In a world of instant gratification and miracle cures, people are always looking for the next trend to fix their health problems. But one that has been around for quite a while is apple cider vinegar (ACV). Almost everybody has a friend (or a friend of a friend) who claims they've benefited from daily doses of it. From promoting weight loss to regular bowel movements to a healthy heart, this unassuming liquid allegedly does it all.
Despite its popularity in the modern wellness world, apple cider vinegar has been an active player in the arena of natural remedies for millennia. Hippocrates believed it to be a remedy for a variety of ailments, including the common cold. And vinegar, in any form, has been used for countless purposes throughout human history, including the disinfection of wounds on the battlefield and the prevention of the bubonic plague; in fact, its medicinal uses date back to Biblical times.
With so much history behind it, this miracle liquid makes a strong case for itself. Luckily, we live in an age of science-based medicine, in which facts can be easily separated from fiction. So is apple cider vinegar really an age-old cure-all—or is it all just hype?
1. Weight loss.
Apple cider vinegar has recently made a name for itself in communities searching for a weight loss "magic bullet." It has been featured on Dr. Oz and endorsed by celebrities such as the Kardashians. Don't get too excited, though; experts are saying that expecting to lose weight just by drinking apple cider vinegar is unrealistic. You will probably experience "very, very modest weight loss," only 2 to 4 pounds in three months. This finding is seconded by the Mayo Clinic. Currently, the only proven and reliable way to lose weight is to exercise and burn more calories than you consume. However, apple cider vinegar can be incorporated into a diet for better results. Add it to salad dressing or meat sauces for an easy boost to your diet.
2. Teeth whitening.
Many people suggest that apple cider vinegar is an all-natural way to whiten your teeth. And while this may be true, dentists and orthodontists warn against this hack. Rubbing acid on your teeth can break down their enamel over time and leave you vulnerable to cavities.
Apple cider vinegar contains a fiber called pectin, which may aid in digestion. However, thus far, no credible studies have found a significant connection between apple cider vinegar and constipation relief, so the jury is still out on this one.
4. Cardiovascular health.
Because cardiovascular disease is a serious epidemic in the United States, research has been boundless. Apple cider vinegar shows potential in preventing heart disease and maintaining cardiovascular health due to the chlorogenic acid it contains.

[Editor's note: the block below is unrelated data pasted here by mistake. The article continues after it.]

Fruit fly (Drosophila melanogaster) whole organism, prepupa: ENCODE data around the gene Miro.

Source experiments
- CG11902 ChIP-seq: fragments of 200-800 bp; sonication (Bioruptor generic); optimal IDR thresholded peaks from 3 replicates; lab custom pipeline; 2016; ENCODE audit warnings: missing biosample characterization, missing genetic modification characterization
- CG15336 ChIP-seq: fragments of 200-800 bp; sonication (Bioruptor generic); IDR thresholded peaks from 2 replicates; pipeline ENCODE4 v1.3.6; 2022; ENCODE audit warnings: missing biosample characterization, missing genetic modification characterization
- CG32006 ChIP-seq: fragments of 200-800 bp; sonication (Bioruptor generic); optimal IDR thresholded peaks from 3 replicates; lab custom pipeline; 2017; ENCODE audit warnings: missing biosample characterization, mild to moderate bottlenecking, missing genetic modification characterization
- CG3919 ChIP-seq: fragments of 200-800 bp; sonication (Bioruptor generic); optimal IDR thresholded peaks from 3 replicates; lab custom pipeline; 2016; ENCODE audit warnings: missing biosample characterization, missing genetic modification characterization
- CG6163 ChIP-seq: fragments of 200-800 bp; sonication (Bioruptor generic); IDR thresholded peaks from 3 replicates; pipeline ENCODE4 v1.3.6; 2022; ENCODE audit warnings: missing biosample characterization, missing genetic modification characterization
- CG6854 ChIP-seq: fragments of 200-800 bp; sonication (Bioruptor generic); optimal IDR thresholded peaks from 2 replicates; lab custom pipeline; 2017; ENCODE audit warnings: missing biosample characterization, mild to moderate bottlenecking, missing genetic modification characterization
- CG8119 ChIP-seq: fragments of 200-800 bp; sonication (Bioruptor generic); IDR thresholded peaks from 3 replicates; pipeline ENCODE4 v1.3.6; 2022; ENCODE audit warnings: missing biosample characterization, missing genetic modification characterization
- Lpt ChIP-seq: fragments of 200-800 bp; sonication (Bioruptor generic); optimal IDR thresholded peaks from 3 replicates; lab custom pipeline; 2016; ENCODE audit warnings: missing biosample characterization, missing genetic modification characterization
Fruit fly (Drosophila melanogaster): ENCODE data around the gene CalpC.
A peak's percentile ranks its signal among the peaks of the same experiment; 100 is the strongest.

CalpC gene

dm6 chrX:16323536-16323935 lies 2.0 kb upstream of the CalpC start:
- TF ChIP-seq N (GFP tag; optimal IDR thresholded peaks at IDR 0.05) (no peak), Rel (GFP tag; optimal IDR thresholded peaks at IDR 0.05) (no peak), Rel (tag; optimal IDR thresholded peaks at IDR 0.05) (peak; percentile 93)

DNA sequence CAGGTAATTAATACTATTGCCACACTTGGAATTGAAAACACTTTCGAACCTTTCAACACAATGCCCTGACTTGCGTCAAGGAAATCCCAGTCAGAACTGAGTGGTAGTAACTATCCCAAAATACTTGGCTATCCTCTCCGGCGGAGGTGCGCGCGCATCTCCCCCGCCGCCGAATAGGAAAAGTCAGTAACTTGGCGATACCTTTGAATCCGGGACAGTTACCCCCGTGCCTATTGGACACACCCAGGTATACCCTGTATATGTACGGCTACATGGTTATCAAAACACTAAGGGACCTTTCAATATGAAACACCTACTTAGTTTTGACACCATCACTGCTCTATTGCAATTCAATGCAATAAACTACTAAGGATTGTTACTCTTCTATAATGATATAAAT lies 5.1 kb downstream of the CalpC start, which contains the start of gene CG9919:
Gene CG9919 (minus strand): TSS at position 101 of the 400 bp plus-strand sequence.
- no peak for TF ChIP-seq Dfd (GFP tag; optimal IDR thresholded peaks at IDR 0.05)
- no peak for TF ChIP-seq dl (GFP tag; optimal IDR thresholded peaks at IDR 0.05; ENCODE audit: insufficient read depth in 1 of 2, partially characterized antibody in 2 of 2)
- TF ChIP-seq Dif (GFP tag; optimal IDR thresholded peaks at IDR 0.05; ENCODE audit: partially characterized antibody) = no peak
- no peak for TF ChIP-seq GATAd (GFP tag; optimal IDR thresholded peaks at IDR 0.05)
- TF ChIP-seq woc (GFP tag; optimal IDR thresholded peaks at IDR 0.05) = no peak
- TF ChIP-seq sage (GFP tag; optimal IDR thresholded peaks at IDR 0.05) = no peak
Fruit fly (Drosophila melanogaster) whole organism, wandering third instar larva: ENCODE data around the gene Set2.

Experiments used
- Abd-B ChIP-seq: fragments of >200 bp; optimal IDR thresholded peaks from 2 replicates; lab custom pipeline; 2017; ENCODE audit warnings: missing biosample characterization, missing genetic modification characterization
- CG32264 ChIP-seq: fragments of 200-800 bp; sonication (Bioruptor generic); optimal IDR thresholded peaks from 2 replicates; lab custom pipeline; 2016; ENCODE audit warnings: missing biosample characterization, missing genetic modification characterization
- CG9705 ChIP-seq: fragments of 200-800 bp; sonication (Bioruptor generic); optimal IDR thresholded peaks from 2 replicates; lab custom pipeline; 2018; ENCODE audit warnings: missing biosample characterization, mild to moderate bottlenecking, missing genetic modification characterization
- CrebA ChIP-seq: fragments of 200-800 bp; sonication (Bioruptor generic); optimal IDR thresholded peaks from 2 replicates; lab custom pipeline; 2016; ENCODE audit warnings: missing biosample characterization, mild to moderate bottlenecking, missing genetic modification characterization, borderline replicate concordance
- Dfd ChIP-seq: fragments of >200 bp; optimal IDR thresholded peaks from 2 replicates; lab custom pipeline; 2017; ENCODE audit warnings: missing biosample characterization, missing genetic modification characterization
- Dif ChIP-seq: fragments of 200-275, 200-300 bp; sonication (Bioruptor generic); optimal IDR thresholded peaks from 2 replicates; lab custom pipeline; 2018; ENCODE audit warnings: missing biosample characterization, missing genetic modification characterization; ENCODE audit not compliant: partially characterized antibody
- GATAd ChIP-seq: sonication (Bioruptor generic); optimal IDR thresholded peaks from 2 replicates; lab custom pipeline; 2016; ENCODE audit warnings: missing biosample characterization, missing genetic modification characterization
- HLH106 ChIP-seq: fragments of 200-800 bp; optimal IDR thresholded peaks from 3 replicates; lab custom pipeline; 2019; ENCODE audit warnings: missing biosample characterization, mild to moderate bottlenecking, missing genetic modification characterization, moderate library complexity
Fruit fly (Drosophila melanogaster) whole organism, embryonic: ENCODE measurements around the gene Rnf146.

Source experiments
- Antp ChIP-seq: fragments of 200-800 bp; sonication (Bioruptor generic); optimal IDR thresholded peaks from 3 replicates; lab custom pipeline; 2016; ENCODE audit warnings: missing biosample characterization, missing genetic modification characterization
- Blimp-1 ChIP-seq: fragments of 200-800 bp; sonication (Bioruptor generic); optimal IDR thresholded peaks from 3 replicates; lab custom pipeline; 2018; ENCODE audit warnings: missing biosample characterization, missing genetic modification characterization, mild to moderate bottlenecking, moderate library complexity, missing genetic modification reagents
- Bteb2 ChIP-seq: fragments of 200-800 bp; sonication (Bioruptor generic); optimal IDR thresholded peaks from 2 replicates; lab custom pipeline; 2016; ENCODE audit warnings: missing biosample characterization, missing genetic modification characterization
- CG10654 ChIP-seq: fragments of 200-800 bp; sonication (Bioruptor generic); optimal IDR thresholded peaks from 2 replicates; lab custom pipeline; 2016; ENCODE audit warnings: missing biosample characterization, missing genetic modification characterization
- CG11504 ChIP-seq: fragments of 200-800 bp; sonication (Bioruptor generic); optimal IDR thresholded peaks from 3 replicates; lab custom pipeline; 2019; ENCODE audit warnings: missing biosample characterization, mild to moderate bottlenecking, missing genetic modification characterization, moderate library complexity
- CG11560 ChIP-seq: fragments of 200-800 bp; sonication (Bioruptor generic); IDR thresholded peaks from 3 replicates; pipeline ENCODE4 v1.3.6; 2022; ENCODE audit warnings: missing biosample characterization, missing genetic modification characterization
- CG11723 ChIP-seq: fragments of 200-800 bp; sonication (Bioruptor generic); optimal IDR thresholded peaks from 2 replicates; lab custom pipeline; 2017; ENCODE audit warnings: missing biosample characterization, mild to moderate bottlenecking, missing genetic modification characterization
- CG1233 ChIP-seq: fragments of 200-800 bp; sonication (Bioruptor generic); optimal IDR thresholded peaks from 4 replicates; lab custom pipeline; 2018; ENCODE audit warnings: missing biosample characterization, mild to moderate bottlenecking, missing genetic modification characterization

Because apple cider vinegar may have a positive effect on blood lipid levels, which are also a factor in cardiovascular health, it has been recommended as an affordable method for managing hyperlipidemia, which is connected to diabetes. Regular consumption of any vinegar can help lower blood sugar levels by "blocking the absorption of starch." There is a caveat to this good news, however: Apple cider vinegar can interact with some diabetes medications, so definitely talk to your doctor before mixing the two.
6. Cognitive effects.
Apple cider vinegar often contains high levels of acetic acid, which has been connected to increased cognitive functioning. Further studies are needed in order to draw conclusions, but preliminary research suggests that fermented foods, such as apple cider vinegar, may preserve cognitive functioning as we age and even protect against some forms of dementia.
While this is not a comprehensive analysis of the claims made by apple cider vinegar proponents, these are some of the most popular uses for the liquid. Clearly, not all of the claims are justified. In fact, the only science-backed uses for apple cider are for managing diabetes, preventing heart disease, and lowering risk for dementia. While these are fascinating findings in the medical world, the average trend follower is probably not interested in these health benefits. Still, there is no harm in adding apple cider vinegar to your health routine by combining it with sauces or dressing for a more well-rounded diet. Because it's highly acidic, avoid swallowing undiluted capfuls of it, as is widely suggested by trend-followers. Instead, incorporate it into your lifestyle and manage your expectations.
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Derek Kren is VP of sales at MediKeeper Inc., a leading provider of SaaS-based health and wellness portals. Prior to joining MediKeeper in 2013, Mr. Kren served as RVP and vice president of operations at Summit Health Inc. and was instrumental in the company’s growth from startup to one of the nation’s largest providers of population health management services. A former biomedical sciences corps officer with the U.S. Air Force, Mr. Kren holds undergraduate and graduate degrees in psychology and has extensive operational, business development, and sales experience in the health care industry.